A Convincing Concert Full of Delights from Søndergård and BBC NOW

United KingdomUnited Kingdom Andersson, Strauss, Sibelius: Ann Petersen (soprano), BBC National Orchestra of Wales, Thomas Søndergård (conductor). St David’s Hall, Cardiff. 3.10.2014 (PCG)

Andersson – The Garden of Delights (2009)
Strauss – Four Last Songs (1948)
Sibelius – Symphony No 2 in D, Op.43 (1901-2)


In any review a writer is generally expected to offer criticism of either the music or the performance (or both), but this concert defied expectations in denying any possibility for this. It was simply perfect. The playing of the orchestra in their second concert of the 2014-15 season was superlative; the interpretation – although far from being simply conventional – was convincing and overpowering by turns; and the music itself was delivered with all the passion that anyone could wish. But gush is seldom convincing, as correspondents to the message board on this site have sometimes complained; so I will endeavour to show in the course of this review precisely why everything was so exactly right.

 The concert opened with B Tommy Andersson’s The Garden of Delights, a tone poem based on the famous Hieronymus Bosch triptych, although the composer disclaimed any programmatic intention. But the opening was clearly a depiction of Hell, while the gentler central section was – if not Paradise – at least the Garden of Eden, with its chirruping songbirds sounding through the stillness recalling the depiction of The Garden of Love from Messiaen’s Turangalila Symphony if with rather more chastity. The long-breathed violin melody, with its almost Mantovani-like cascades of string tone, was particularly beautiful. The return of the ‘Hell’ music found the wood blocks ticking away like some sort of demented metronome, in a passage which surely was intended to illustrate one of the depictions in Bosch’s painting; but the conclusion, particularly after the long pastoral centrepiece, seemed curiously brief. The capacity audience, hardly any one of whom will have heard the piece before, were enthusiastic in their acclaim for the composer and the players, and the performance was simply stunning in both its virtuosity and its repose. One looks forward to further encounters with Andersson’s music (he has been appointed the orchestra’s composer in residence for this season) later in the year.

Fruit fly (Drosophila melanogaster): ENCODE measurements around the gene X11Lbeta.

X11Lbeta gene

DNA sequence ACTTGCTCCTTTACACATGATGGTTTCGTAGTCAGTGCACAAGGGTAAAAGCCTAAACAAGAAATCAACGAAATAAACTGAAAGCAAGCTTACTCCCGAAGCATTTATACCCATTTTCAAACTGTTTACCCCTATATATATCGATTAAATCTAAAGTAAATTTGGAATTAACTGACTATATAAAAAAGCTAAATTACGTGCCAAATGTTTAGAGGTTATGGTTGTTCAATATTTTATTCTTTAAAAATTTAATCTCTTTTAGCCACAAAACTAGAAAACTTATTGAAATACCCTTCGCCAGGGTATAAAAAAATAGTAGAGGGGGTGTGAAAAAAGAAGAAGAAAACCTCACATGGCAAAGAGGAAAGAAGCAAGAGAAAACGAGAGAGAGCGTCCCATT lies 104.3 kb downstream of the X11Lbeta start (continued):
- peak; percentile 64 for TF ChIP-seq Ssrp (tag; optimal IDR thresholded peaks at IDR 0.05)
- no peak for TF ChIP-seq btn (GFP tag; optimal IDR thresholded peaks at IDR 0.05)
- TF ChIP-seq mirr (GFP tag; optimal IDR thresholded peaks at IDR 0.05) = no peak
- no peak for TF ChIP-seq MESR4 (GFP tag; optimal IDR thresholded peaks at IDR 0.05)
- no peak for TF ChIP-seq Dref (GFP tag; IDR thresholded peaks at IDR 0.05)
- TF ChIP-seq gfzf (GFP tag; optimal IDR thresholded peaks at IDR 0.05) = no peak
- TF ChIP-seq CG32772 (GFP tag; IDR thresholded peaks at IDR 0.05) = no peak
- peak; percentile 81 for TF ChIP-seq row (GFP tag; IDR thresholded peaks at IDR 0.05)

Right from their first performance with Kirsten Flagstad given after the composer’s death, Richard Strauss’s Four Last Songs have produced two quite distinct strains of interpretation. Some singers, such as Lisa della Casa and Elisabeth Schwarzkopf, taking into account the long melismatic phrases written for the solo voice, have avoided the need for any breaks for breath by adopting fairly swift speeds; others, such as Gundula Janowitz and Jessye Norman, have adopted a much broader and richer style even if this has often meant that phrases have to be broken in the middle. I have to say that personally I prefer the broader approach, which allows for the valedictory nature of the words to be fully appreciated, and here the stupendous Ann Petersen was daringly slow; but, given her prodigious breath control and marvellously inflected soft singing, there was never any sense that she felt any necessity to replenish her lungs at all. Her sympathetically controlled hand movements enticed the audience into the very heart of the poems; and her delivery of the final line “Ist dies etwa der Tod?”, followed by her silently rapt expression of infinite regret and compassion, must surely have left not a dry eye in the house. In Beim Schlafengehen, instead of the cool clear line often offered, Lesley Hatfield’s emotional engagement during her violin solo showed a similar sense of passion which only served to reinforce the effect of the beautiful music. This was quite simply one of the great interpretations of these songs. By the way, the BBC are to be commended for providing full texts and translations in their programme booklet.